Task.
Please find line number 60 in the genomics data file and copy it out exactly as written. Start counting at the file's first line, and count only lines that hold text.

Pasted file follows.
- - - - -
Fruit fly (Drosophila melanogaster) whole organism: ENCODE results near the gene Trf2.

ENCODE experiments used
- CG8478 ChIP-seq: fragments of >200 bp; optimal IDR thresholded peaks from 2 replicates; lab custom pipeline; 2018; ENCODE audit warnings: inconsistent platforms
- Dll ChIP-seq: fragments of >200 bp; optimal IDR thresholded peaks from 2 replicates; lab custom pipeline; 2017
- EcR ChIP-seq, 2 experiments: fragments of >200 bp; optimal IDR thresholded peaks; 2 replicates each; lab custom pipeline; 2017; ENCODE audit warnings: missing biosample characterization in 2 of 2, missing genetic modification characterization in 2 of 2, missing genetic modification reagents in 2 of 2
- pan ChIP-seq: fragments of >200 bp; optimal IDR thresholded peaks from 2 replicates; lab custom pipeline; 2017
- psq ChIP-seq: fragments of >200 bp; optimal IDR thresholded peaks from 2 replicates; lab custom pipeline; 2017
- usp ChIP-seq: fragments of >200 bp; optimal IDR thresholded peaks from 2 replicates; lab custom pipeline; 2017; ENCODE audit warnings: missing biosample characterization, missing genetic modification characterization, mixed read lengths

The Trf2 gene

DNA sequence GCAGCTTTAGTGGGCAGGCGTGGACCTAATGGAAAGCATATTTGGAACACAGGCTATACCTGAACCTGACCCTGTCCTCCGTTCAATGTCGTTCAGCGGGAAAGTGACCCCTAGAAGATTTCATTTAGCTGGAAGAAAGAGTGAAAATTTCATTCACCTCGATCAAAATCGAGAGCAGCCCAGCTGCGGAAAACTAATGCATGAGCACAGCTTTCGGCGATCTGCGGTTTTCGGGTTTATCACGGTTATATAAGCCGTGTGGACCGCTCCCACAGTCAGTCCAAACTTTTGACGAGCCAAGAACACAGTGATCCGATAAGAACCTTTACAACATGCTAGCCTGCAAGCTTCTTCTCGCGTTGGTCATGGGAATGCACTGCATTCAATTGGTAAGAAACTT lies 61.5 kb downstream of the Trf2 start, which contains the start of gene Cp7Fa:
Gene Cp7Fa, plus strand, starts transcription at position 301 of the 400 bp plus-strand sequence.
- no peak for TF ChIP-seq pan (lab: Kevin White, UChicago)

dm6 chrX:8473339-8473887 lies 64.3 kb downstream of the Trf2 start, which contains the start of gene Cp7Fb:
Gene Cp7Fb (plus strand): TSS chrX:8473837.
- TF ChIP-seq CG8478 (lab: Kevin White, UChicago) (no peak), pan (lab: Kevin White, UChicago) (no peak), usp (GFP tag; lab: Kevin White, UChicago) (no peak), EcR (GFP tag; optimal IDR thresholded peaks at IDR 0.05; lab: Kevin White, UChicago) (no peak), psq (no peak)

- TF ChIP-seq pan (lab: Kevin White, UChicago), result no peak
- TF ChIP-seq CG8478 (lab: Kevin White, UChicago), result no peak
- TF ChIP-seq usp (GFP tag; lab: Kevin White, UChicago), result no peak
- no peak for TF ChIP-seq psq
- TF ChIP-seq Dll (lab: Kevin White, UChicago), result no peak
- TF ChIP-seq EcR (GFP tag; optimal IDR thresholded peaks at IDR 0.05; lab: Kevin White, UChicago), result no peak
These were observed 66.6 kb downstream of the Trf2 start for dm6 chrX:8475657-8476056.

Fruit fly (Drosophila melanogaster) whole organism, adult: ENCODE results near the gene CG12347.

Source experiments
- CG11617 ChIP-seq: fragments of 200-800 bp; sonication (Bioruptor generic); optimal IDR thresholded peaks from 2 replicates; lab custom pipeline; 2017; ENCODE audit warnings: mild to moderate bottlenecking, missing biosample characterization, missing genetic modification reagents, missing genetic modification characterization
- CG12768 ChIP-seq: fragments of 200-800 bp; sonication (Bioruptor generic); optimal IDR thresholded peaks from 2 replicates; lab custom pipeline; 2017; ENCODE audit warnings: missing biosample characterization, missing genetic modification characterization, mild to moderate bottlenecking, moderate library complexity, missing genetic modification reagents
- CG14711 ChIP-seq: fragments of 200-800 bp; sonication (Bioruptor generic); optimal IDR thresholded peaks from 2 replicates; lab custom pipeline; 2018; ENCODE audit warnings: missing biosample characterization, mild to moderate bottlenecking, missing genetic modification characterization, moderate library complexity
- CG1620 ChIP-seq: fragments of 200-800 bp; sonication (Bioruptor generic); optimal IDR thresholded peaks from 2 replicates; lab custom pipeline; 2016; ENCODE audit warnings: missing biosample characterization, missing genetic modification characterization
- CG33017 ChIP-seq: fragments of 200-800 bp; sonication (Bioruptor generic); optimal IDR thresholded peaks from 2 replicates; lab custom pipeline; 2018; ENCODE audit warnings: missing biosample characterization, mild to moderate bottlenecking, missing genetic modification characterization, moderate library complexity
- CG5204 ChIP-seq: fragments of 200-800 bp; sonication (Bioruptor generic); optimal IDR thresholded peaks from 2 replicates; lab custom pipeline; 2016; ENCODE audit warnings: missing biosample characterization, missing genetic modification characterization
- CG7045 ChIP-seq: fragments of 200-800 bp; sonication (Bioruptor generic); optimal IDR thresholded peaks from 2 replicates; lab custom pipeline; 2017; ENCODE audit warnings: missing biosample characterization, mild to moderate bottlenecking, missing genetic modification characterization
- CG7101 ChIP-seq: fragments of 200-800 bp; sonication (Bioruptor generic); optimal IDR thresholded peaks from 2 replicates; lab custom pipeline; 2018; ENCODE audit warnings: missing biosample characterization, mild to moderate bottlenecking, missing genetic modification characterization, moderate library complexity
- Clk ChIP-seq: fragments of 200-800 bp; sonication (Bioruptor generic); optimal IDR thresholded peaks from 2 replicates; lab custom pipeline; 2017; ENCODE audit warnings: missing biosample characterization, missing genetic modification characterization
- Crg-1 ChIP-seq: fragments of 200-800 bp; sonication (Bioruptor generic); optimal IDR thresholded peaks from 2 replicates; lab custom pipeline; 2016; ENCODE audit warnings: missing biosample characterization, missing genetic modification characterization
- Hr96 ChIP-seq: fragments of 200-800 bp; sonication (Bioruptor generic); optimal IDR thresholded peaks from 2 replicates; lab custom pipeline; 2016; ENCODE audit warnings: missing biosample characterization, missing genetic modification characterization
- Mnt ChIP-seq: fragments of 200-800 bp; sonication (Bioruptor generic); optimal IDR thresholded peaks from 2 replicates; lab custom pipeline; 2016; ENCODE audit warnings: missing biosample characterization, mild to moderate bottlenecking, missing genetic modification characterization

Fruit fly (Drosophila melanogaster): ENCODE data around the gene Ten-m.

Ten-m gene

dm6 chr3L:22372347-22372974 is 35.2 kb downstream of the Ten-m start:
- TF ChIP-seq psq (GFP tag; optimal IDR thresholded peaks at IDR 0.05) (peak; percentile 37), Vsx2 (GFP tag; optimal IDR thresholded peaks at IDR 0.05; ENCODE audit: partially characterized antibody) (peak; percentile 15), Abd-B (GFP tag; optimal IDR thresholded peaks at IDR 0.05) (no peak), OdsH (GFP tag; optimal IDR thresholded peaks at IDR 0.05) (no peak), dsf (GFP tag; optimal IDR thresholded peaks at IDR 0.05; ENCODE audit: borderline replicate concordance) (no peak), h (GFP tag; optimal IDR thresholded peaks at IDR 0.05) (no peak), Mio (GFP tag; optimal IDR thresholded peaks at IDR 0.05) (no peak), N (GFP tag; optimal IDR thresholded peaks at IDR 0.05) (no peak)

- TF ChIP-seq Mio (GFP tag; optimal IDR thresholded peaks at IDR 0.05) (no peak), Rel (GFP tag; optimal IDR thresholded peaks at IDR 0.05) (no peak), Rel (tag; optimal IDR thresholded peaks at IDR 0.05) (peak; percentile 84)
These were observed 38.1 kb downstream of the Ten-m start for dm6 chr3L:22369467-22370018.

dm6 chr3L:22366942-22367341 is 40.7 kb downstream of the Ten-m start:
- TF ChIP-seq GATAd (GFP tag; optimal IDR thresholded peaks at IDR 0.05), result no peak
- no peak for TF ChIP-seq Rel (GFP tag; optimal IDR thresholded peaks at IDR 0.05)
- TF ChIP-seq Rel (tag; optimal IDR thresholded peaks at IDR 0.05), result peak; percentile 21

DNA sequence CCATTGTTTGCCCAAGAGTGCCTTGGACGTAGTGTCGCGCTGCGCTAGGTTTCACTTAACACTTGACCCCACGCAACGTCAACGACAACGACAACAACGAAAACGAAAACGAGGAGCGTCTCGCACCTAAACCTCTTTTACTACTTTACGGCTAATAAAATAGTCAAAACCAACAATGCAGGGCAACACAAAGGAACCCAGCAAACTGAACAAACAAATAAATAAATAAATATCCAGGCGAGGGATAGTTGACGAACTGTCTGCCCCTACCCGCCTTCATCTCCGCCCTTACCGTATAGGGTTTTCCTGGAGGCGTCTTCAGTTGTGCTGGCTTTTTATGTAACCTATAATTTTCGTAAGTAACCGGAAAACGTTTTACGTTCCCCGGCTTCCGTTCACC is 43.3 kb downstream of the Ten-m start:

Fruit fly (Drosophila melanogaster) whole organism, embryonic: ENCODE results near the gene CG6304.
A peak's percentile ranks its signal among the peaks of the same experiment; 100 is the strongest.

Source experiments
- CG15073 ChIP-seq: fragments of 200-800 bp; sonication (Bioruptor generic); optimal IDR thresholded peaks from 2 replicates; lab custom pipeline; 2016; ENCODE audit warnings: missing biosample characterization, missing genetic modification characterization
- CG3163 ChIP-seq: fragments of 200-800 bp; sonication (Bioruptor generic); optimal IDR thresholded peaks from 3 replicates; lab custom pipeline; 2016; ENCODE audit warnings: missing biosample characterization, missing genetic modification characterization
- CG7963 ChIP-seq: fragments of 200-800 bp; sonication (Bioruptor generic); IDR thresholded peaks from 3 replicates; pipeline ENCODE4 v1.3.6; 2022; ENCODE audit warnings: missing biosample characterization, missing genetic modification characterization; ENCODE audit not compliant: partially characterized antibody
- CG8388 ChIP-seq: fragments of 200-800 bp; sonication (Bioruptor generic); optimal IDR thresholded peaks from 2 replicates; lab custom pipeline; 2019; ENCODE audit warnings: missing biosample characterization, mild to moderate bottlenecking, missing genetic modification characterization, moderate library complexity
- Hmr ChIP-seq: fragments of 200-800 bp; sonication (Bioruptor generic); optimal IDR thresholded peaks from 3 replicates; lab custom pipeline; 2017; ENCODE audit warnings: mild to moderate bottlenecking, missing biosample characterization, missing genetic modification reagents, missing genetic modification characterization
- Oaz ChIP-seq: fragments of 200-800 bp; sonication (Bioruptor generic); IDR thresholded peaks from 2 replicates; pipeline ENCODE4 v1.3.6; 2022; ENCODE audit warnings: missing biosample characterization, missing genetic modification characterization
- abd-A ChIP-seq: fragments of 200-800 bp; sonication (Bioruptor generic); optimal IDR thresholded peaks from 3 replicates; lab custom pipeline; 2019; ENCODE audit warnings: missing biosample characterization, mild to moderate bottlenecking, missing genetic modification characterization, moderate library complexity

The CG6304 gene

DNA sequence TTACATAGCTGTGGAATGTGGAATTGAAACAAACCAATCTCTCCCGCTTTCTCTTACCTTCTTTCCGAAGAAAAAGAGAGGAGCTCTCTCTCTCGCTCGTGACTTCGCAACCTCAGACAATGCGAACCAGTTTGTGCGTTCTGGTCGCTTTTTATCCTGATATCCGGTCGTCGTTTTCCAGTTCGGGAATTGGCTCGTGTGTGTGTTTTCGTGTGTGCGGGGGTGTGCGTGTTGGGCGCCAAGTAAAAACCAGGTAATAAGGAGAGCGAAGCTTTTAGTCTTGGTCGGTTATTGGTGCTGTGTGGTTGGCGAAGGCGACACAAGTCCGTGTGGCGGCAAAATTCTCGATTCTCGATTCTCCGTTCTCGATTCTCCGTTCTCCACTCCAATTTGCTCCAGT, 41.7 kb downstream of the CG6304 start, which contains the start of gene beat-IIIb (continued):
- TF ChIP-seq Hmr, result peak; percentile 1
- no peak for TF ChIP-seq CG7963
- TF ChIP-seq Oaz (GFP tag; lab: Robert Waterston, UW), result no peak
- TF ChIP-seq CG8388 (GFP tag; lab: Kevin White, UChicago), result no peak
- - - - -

- TF ChIP-seq Hmr, result peak; percentile 1